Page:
Who knew that Excel spreadsheets could be such fun? I’ve been waging a naval war against Huw for four days, and the score is now 2/2. Today will result in glorious victory for one of us, and crushing defeat for the other.
Is Battleship really that fun? It is when you play with special weapons. Here’s a list of the ships in our armada and the firepower that they’re packing:
Aircraft carrier– 2 airstrikes. An airstrike takes out 9 blocks in a solid 3×3 chunk.
Battleship– 2 shotguns. A shotgun blast takes out 9 squares in a spread pattern.
Destroyer– 2 depth charges. A depth charge covers a 6×6 chunk, and if it touches the submarine, the submarine’s location is revealed.
Submarine– 2 torpedoes. A torpedo can be shot across the length (from right to left, or from left to right) of the grid, or vertically along a column (from top to bottom, or from the bottom to the top). The torpedo will continue across the grid until it hits something, otherwise it will continue to the end of the grid.
PT Boat– 1 teleport. A boat can be teleported anywhere on the grid that hasn’t been fired upon previously.
The special weapons are only viable as long as the ships to which they belong are still afloat.
By the way, Battleship: Special Weapons is only played during break time in case you were wondering. During working hours, we are diligently working to produce the best quality lesson plans in the greater Kansai area.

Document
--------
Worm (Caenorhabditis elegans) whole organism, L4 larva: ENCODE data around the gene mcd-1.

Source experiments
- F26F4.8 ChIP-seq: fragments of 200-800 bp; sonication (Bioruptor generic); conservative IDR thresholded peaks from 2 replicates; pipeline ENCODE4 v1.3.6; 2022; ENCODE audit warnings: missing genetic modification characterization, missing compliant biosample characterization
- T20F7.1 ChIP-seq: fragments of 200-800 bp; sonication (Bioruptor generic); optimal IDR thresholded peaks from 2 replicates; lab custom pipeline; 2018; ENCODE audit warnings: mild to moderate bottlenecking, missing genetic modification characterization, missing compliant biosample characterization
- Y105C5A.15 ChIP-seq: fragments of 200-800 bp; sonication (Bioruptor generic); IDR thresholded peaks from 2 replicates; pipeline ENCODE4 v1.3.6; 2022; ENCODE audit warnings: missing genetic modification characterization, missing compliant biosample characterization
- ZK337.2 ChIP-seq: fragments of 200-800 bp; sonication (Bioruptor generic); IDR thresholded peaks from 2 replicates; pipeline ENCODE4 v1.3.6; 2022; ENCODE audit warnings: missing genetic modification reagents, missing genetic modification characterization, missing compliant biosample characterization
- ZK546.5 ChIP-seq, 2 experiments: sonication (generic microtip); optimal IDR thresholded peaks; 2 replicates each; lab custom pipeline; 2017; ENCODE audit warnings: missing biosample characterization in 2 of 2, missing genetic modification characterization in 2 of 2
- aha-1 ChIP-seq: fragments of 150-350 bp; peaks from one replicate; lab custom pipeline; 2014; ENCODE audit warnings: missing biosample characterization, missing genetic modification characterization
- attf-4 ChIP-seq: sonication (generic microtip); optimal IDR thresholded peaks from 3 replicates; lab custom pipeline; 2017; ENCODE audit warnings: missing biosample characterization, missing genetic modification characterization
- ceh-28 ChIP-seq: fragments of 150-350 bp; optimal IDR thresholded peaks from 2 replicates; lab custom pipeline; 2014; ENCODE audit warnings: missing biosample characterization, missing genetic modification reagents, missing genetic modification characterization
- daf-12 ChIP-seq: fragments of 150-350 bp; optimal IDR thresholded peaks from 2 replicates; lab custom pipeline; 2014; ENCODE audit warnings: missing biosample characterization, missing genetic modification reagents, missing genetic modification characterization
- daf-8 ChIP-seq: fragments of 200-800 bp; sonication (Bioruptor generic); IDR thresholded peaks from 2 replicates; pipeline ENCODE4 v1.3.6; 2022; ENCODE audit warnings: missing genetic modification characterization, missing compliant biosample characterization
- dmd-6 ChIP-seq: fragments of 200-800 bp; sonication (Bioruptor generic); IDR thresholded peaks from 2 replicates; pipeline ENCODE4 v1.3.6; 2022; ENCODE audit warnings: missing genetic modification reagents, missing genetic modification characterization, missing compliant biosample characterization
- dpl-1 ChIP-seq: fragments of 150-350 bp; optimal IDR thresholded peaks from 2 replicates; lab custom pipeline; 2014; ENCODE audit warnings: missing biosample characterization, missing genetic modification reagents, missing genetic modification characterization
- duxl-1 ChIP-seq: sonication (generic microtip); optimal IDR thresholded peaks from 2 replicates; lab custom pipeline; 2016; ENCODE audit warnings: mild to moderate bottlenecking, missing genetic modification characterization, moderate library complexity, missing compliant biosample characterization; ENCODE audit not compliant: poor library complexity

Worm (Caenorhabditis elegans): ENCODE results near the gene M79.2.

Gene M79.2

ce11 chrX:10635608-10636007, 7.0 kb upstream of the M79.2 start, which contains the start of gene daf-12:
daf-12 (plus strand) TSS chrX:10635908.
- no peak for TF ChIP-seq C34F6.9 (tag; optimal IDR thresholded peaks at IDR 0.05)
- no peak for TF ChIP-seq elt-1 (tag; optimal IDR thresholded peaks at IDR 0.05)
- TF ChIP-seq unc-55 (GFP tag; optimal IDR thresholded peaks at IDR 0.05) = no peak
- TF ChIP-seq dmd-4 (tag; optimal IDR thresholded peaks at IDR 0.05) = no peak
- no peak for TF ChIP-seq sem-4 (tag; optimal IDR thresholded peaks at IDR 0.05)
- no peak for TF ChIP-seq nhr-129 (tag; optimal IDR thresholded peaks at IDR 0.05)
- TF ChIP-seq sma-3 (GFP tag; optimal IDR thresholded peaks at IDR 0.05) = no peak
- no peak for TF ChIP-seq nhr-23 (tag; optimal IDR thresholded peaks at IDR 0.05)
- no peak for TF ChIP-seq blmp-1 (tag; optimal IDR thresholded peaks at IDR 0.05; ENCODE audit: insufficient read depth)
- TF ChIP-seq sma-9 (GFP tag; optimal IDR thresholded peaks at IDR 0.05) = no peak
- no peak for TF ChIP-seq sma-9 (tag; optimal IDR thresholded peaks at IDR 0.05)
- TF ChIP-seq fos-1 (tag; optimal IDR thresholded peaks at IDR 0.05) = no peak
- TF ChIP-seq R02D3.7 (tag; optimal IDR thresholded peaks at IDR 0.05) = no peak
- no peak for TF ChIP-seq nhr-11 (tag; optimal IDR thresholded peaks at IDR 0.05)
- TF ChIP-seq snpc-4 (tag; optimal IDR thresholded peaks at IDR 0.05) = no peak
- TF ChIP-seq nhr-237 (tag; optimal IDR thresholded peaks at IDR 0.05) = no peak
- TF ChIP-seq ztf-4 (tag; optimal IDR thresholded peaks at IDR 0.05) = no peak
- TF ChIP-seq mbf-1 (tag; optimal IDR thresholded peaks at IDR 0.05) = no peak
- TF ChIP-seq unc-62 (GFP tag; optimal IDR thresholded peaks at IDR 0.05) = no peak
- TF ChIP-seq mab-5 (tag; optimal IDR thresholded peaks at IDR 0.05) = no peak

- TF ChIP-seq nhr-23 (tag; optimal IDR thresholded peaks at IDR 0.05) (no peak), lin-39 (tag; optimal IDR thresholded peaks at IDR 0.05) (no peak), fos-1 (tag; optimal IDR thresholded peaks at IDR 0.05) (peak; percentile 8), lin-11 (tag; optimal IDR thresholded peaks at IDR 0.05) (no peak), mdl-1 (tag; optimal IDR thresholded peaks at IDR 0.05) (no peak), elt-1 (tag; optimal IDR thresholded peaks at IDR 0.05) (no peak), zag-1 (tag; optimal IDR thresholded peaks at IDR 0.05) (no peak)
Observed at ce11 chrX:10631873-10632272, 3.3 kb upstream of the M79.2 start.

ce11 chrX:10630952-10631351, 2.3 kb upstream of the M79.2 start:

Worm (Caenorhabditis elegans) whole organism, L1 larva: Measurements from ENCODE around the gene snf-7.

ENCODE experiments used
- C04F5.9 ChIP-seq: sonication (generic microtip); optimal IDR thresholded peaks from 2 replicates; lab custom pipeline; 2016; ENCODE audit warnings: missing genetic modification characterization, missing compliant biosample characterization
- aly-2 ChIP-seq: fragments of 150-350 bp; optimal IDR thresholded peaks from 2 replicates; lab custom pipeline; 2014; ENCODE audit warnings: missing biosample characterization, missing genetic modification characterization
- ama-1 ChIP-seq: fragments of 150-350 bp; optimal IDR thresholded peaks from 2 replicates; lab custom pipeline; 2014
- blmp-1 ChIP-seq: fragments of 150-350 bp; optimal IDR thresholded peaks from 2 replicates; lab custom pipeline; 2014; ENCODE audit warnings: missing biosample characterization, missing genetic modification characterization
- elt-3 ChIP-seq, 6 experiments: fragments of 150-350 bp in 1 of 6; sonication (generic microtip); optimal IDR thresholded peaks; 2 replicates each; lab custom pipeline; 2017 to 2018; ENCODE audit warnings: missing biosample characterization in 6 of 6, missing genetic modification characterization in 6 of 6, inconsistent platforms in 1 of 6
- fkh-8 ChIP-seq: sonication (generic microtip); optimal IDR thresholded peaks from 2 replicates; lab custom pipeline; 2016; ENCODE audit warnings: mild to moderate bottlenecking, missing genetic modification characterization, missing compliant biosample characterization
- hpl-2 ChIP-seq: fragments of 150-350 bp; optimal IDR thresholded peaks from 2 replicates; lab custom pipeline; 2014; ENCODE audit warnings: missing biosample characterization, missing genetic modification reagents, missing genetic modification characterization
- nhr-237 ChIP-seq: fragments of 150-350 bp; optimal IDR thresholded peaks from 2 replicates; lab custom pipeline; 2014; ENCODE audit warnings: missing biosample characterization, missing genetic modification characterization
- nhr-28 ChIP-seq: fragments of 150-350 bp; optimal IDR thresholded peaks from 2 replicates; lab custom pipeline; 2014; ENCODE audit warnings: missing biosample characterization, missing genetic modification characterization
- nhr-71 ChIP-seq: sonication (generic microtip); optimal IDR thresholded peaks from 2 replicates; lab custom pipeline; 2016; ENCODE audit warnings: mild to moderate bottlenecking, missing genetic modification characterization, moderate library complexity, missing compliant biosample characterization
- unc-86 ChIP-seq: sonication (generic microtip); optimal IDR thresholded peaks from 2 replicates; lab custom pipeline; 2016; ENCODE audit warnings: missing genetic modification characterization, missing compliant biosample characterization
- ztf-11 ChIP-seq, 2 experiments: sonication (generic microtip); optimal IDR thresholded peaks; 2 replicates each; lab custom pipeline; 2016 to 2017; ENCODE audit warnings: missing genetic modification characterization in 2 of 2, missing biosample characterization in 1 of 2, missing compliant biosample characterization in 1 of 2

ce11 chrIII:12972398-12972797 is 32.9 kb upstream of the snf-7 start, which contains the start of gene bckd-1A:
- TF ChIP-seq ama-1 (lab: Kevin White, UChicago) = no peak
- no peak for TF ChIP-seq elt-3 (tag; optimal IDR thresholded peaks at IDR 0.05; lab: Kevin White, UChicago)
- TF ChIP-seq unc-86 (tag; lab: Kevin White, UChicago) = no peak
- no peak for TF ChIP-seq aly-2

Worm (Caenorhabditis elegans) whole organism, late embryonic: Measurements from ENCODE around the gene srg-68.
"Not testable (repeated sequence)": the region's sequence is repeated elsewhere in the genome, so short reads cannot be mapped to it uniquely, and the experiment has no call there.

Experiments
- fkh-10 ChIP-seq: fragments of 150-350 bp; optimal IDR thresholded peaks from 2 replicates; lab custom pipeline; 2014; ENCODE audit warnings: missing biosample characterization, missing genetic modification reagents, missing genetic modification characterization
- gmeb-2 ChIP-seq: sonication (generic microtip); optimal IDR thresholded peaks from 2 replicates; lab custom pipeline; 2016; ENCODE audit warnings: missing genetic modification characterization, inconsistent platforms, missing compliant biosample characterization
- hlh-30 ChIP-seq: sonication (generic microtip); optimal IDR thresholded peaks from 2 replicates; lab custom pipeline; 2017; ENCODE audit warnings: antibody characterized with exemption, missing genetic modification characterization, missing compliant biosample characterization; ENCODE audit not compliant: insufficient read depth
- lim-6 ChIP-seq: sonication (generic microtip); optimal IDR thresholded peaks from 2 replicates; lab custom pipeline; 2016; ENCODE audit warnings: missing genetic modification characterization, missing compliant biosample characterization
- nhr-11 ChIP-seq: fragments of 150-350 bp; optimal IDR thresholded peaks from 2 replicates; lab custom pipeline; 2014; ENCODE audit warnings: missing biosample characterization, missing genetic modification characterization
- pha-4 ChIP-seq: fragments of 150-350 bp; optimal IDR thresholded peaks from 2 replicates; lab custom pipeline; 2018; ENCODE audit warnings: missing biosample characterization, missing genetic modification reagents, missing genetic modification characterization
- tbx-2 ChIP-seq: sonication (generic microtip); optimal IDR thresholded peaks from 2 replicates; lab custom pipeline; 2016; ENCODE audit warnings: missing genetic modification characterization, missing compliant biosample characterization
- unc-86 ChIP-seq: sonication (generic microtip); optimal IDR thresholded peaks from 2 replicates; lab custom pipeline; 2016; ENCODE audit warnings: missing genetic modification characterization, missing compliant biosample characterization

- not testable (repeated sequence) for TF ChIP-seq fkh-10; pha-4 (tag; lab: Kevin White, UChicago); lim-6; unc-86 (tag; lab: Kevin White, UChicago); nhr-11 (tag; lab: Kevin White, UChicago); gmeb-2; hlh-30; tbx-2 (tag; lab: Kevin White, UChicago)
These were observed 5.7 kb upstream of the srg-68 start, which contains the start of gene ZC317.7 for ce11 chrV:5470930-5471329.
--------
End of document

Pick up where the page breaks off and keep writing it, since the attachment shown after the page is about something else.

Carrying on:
This is a new game I’m going to test out next semester.
The bright lights, fast pace of life, and massive crowds of people make visiting Osaka like visiting a foreign country for anyone who has lived a year or two in rural Kyushu.
My successor on the JET Program left for her home in Canada yesterday, ending a chapter of my stay in Japan. This was a special moment for us because I was the first one to introduce her to life in Japan, and one of the last to see her off.
It was interesting finding out how my former students are all doing, and hearing about her experiences. I think that all of us who go to Ubuyama as ALTs come away with very similar perspectives and memories. It was strange to be able to talk to someone who understood exactly what I was talking about, and vice versa. Ubuyama can be a very testing, lonely place to live, but it is undoubtedly a great place because of the people, especially the children.
So in a few days, the new ALT will move into the apartment that has sheltered 4 previous JETs and start his tenure without someone to be there to show him the ropes, though he has been thoroughly briefed by Jane. The old Civic, still running like a champ, is patiently waiting to be driven by its 5th foreign owner, surely a new Kumamoto record. I miss that car and driving those mountain roads even more than I thought I was going to!